Berkshire Superior Court Judge Allows Motion To Dismiss Anti-PCB Dump Case In Lee

Sep 14, 2021

A legal challenge against an agreement to dispose toxic waste in Lee, Massachusetts, has been dismissed. That's the ruling of Berkshire Superior Court judge Michael K. Callan.

The suit, brought in March by four Lee residents, claimed the town's select board members unlawfully voted to approve an agreement to clean up the Housatonic River and dispose some of the PCB waste in Lee. The suit was brought against one current and two former select board members.

The suit argued residents should have had the chance to weigh in on the dump, and the board should not have voted in a closed executive session. Such a session is allowed by law if an open meeting would have hurt litigation strategy. The residents' case alleges the cleanup agreement had already been reached, so the board wasn't discussing strategy.

But the judge's ruling said the case didn't present facts to back that up.

The Town of Lee moved to have the case dismissed, claiming the select board's actions didn't violate open meeting law.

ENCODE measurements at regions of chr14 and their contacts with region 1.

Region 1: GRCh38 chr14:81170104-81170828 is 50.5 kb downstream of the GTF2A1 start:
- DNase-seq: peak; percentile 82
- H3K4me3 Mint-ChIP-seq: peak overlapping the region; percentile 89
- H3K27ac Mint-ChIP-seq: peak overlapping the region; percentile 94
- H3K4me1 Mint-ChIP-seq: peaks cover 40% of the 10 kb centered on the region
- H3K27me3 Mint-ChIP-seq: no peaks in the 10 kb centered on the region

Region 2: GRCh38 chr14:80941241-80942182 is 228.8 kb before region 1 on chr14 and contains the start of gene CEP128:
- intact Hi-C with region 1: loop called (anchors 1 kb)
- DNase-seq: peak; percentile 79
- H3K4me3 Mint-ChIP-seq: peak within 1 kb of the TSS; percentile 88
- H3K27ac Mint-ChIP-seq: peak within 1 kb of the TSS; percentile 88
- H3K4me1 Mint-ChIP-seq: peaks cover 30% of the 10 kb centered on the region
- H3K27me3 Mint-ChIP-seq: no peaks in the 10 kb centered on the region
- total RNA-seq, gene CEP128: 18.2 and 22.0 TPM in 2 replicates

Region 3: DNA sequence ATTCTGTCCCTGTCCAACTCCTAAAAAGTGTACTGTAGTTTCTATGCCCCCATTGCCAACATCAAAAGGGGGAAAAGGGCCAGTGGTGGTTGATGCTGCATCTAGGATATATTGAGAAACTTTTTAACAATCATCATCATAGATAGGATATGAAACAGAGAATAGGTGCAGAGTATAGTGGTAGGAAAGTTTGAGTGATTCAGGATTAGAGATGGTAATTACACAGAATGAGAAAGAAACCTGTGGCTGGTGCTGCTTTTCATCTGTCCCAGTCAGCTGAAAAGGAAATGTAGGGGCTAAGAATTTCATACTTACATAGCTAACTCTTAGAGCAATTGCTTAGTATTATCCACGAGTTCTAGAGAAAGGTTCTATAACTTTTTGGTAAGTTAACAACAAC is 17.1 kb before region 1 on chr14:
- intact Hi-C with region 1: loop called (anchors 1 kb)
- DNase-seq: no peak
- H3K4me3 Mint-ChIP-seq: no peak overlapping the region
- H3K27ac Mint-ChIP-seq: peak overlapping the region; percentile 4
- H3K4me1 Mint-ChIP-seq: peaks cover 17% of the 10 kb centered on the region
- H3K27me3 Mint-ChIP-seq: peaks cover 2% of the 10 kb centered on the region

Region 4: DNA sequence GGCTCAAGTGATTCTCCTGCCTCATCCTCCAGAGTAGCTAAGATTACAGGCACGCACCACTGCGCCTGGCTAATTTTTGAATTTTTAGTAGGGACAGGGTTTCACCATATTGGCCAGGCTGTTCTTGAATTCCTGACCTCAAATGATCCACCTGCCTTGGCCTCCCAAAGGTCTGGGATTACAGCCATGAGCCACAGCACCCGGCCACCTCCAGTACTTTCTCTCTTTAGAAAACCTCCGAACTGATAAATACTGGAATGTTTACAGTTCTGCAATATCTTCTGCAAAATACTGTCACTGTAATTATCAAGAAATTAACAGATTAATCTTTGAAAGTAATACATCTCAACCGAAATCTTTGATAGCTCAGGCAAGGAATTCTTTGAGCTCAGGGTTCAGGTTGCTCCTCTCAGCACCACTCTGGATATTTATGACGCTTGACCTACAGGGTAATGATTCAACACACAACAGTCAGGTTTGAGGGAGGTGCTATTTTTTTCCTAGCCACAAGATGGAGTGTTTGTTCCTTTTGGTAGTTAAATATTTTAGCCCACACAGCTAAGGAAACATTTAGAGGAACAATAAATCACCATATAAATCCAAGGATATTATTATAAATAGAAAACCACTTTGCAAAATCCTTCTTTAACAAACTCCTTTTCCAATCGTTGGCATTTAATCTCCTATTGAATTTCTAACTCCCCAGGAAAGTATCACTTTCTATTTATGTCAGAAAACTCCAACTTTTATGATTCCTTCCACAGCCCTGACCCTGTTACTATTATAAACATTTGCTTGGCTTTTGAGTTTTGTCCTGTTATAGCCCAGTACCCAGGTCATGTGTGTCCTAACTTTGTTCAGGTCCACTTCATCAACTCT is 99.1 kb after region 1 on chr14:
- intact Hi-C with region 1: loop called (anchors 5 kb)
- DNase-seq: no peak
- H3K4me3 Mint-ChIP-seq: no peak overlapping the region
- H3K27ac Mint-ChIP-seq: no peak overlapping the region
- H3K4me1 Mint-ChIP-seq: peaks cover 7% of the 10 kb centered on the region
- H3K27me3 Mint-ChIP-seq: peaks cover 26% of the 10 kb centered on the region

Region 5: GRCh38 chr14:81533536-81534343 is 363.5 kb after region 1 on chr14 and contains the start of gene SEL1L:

Prior to the lawsuit, the Massachusetts Attorney General's Office had decided the select board did not have to ratify the agreement in an open meeting. The lawsuit asked for judicial review of the AG's decision.

The PCB waste was released into the river by General Electric when it used the chemical compound to make electrical transformers in Pittsfield from the 1930s until the 1970s.

Judith Knight, the residents' attorney, said they're considering appealing.

In 2016, the U.S. Environmental Protection Agency proposed shipping all toxic waste dug up from the river to regulated facilities out of state, but a mediated settlement reached in February last year calls for disposing sediment with lower concentrations of PCBs in Lee.  As part of the deal, the town of Lee has received $25 million from GE.

According to the EPA, the proposed disposal facility in Lee will be built to standards that are safe for the highest concentrations of PCBs. The agency considers the chemical compound a likely carcinogen that can cause serious adverse health effects.